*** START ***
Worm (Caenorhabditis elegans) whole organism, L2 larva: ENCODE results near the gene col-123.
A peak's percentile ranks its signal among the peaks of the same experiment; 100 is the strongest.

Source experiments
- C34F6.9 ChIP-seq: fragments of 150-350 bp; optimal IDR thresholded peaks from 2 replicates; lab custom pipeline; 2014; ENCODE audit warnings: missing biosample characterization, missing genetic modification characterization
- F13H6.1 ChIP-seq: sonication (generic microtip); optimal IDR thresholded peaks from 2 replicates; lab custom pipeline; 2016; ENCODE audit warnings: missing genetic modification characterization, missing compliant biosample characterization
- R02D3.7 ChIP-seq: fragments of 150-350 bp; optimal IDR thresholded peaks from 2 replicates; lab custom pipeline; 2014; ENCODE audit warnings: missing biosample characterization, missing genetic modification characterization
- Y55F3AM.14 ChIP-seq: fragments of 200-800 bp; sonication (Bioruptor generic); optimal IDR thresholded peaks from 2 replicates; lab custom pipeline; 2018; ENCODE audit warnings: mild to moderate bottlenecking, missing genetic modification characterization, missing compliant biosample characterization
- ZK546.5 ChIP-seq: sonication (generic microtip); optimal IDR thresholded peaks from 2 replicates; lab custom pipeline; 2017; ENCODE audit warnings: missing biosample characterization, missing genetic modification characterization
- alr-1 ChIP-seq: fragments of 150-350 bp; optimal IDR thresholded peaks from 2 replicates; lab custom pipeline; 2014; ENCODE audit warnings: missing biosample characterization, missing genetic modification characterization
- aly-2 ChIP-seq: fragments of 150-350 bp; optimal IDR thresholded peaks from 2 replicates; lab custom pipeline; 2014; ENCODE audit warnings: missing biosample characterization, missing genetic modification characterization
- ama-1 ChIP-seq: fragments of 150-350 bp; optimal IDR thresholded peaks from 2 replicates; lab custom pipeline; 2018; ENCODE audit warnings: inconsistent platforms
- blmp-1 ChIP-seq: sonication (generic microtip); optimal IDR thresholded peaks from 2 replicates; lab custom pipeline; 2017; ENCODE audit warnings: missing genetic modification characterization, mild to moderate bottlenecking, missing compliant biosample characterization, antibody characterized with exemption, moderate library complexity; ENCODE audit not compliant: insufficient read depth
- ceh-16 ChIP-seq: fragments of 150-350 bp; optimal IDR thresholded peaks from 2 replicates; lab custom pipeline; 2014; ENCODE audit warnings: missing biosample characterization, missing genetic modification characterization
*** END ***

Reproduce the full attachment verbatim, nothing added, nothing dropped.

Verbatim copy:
Worm (Caenorhabditis elegans) whole organism, L2 larva: ENCODE results near the gene col-123.
A peak's percentile ranks its signal among the peaks of the same experiment; 100 is the strongest.

Source experiments
- C34F6.9 ChIP-seq: fragments of 150-350 bp; optimal IDR thresholded peaks from 2 replicates; lab custom pipeline; 2014; ENCODE audit warnings: missing biosample characterization, missing genetic modification characterization
- F13H6.1 ChIP-seq: sonication (generic microtip); optimal IDR thresholded peaks from 2 replicates; lab custom pipeline; 2016; ENCODE audit warnings: missing genetic modification characterization, missing compliant biosample characterization
- R02D3.7 ChIP-seq: fragments of 150-350 bp; optimal IDR thresholded peaks from 2 replicates; lab custom pipeline; 2014; ENCODE audit warnings: missing biosample characterization, missing genetic modification characterization
- Y55F3AM.14 ChIP-seq: fragments of 200-800 bp; sonication (Bioruptor generic); optimal IDR thresholded peaks from 2 replicates; lab custom pipeline; 2018; ENCODE audit warnings: mild to moderate bottlenecking, missing genetic modification characterization, missing compliant biosample characterization
- ZK546.5 ChIP-seq: sonication (generic microtip); optimal IDR thresholded peaks from 2 replicates; lab custom pipeline; 2017; ENCODE audit warnings: missing biosample characterization, missing genetic modification characterization
- alr-1 ChIP-seq: fragments of 150-350 bp; optimal IDR thresholded peaks from 2 replicates; lab custom pipeline; 2014; ENCODE audit warnings: missing biosample characterization, missing genetic modification characterization
- aly-2 ChIP-seq: fragments of 150-350 bp; optimal IDR thresholded peaks from 2 replicates; lab custom pipeline; 2014; ENCODE audit warnings: missing biosample characterization, missing genetic modification characterization
- ama-1 ChIP-seq: fragments of 150-350 bp; optimal IDR thresholded peaks from 2 replicates; lab custom pipeline; 2018; ENCODE audit warnings: inconsistent platforms
- blmp-1 ChIP-seq: sonication (generic microtip); optimal IDR thresholded peaks from 2 replicates; lab custom pipeline; 2017; ENCODE audit warnings: missing genetic modification characterization, mild to moderate bottlenecking, missing compliant biosample characterization, antibody characterized with exemption, moderate library complexity; ENCODE audit not compliant: insufficient read depth
- ceh-16 ChIP-seq: fragments of 150-350 bp; optimal IDR thresholded peaks from 2 replicates; lab custom pipeline; 2014; ENCODE audit warnings: missing biosample characterization, missing genetic modification characterization